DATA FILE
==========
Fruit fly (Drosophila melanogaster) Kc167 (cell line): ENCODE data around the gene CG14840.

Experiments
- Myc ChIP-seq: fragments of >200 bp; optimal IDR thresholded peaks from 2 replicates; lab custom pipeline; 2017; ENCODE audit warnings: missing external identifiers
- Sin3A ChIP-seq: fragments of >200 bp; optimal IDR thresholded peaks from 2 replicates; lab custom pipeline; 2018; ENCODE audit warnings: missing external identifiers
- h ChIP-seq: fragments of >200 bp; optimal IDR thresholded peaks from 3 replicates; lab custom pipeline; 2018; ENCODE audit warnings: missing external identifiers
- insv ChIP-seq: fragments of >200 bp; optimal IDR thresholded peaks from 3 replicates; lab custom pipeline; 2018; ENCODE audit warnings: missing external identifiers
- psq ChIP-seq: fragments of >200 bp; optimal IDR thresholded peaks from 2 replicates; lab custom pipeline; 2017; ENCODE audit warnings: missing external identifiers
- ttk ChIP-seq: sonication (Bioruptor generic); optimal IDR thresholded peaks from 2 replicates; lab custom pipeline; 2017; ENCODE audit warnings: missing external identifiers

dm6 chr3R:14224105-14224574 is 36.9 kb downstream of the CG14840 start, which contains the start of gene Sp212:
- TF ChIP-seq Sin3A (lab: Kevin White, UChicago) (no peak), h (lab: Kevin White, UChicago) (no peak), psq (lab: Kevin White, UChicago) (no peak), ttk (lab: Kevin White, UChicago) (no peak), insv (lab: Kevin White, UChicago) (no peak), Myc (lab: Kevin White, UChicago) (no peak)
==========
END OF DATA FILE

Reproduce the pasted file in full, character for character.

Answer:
Fruit fly (Drosophila melanogaster) Kc167 (cell line): ENCODE data around the gene CG14840.

Experiments
- Myc ChIP-seq: fragments of >200 bp; optimal IDR thresholded peaks from 2 replicates; lab custom pipeline; 2017; ENCODE audit warnings: missing external identifiers
- Sin3A ChIP-seq: fragments of >200 bp; optimal IDR thresholded peaks from 2 replicates; lab custom pipeline; 2018; ENCODE audit warnings: missing external identifiers
- h ChIP-seq: fragments of >200 bp; optimal IDR thresholded peaks from 3 replicates; lab custom pipeline; 2018; ENCODE audit warnings: missing external identifiers
- insv ChIP-seq: fragments of >200 bp; optimal IDR thresholded peaks from 3 replicates; lab custom pipeline; 2018; ENCODE audit warnings: missing external identifiers
- psq ChIP-seq: fragments of >200 bp; optimal IDR thresholded peaks from 2 replicates; lab custom pipeline; 2017; ENCODE audit warnings: missing external identifiers
- ttk ChIP-seq: sonication (Bioruptor generic); optimal IDR thresholded peaks from 2 replicates; lab custom pipeline; 2017; ENCODE audit warnings: missing external identifiers

dm6 chr3R:14224105-14224574 is 36.9 kb downstream of the CG14840 start, which contains the start of gene Sp212:
- TF ChIP-seq Sin3A (lab: Kevin White, UChicago) (no peak), h (lab: Kevin White, UChicago) (no peak), psq (lab: Kevin White, UChicago) (no peak), ttk (lab: Kevin White, UChicago) (no peak), insv (lab: Kevin White, UChicago) (no peak), Myc (lab: Kevin White, UChicago) (no peak)